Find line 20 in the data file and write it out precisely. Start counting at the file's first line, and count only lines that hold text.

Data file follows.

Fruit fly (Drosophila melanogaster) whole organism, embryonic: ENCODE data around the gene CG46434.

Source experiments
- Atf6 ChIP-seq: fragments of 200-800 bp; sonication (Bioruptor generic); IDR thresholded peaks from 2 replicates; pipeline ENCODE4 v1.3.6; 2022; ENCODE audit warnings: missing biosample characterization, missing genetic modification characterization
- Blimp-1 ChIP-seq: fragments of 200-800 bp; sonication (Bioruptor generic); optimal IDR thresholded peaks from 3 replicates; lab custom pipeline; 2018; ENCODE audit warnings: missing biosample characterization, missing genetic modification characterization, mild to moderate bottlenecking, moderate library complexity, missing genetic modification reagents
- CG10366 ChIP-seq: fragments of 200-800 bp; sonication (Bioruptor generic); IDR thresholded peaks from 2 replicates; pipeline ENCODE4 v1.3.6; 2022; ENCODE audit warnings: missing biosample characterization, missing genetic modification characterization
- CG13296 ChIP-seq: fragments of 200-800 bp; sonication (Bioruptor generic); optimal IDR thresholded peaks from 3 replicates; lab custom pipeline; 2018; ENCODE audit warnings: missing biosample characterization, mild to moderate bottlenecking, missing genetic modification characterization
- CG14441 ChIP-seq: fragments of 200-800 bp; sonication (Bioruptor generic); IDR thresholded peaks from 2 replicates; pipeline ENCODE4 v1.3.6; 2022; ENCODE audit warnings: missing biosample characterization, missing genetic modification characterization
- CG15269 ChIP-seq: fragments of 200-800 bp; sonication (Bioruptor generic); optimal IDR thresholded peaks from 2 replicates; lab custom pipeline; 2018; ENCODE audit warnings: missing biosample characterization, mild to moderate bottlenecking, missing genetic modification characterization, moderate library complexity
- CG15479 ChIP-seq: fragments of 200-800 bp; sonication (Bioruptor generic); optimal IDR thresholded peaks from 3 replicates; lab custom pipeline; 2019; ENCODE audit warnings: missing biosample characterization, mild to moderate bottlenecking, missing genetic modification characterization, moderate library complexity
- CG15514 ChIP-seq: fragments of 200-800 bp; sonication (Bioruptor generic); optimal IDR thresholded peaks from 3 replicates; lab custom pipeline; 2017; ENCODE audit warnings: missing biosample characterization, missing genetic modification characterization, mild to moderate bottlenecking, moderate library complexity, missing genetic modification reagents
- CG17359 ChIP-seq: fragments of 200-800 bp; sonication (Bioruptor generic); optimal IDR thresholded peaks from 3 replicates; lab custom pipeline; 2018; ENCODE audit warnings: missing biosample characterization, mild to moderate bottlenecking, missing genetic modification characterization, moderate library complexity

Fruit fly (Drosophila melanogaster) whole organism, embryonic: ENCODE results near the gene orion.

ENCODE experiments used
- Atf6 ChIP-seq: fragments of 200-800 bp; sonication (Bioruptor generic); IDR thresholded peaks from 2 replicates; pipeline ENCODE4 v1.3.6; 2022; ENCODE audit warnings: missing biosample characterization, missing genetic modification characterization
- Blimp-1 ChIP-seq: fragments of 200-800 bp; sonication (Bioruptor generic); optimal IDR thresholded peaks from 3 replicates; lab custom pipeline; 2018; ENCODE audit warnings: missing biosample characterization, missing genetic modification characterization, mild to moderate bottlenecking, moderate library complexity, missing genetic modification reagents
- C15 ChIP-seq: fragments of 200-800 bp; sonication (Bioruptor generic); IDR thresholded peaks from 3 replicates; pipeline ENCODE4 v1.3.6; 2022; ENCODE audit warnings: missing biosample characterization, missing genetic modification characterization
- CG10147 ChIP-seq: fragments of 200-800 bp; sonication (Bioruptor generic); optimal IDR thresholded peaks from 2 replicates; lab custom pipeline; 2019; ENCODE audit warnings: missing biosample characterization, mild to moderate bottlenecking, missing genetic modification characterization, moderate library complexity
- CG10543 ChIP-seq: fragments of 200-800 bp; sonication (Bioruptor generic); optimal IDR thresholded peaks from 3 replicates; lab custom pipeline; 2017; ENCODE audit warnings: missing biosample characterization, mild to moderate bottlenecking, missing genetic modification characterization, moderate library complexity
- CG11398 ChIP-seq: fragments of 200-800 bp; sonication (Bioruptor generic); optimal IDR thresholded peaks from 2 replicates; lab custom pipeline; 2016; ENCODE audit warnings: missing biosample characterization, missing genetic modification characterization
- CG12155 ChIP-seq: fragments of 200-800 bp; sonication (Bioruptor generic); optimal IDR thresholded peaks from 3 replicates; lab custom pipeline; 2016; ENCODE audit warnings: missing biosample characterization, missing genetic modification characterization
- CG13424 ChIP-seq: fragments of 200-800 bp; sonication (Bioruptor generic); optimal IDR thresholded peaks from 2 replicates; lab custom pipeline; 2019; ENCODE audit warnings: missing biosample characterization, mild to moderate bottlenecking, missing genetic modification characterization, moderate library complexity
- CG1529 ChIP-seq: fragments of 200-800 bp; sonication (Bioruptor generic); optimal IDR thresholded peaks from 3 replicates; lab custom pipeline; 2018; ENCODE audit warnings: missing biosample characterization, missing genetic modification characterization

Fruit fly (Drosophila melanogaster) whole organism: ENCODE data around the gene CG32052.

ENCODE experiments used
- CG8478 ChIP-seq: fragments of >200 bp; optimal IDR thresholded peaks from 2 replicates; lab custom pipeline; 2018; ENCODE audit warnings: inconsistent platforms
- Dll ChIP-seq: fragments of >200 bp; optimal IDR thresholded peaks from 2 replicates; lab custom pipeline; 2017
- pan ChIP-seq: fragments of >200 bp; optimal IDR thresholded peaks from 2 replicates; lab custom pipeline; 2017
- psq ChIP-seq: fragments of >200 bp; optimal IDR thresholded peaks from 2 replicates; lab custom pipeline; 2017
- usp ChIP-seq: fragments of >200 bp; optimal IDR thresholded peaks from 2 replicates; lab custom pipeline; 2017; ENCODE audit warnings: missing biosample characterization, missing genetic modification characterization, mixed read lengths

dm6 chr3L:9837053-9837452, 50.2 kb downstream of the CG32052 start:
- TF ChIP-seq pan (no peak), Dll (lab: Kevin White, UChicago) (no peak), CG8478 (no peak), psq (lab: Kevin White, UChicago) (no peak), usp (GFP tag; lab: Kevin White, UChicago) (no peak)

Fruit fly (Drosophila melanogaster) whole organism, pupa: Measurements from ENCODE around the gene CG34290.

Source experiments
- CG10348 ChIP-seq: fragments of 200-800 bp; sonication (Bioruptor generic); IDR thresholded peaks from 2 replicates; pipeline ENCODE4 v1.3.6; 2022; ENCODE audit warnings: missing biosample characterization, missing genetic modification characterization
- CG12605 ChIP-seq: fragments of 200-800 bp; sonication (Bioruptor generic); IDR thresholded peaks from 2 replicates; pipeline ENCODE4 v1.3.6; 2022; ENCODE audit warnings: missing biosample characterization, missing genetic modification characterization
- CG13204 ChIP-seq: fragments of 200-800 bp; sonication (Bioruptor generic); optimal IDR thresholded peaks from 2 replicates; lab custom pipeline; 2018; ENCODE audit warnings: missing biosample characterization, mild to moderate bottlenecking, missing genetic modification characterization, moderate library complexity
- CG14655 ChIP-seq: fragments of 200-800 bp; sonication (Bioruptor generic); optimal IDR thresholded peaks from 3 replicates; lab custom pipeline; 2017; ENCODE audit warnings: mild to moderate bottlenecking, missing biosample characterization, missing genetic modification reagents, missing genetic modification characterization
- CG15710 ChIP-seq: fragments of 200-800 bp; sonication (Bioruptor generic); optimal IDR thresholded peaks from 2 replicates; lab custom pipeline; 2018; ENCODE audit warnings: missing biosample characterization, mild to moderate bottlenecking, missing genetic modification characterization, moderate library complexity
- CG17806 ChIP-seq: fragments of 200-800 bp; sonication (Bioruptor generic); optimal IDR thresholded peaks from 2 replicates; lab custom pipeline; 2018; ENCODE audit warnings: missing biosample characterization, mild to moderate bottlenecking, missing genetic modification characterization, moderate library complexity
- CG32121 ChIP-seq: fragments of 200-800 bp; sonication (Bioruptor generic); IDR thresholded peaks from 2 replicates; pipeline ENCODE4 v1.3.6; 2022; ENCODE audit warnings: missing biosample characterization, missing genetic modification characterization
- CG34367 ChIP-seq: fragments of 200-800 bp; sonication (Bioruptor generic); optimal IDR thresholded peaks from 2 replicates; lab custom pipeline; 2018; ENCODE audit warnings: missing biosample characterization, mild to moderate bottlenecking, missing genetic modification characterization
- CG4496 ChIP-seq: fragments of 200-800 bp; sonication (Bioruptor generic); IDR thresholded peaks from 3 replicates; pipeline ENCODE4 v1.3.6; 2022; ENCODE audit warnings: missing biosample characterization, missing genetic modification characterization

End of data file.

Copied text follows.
- CG12155 ChIP-seq: fragments of 200-800 bp; sonication (Bioruptor generic); optimal IDR thresholded peaks from 3 replicates; lab custom pipeline; 2016; ENCODE audit warnings: missing biosample characterization, missing genetic modification characterization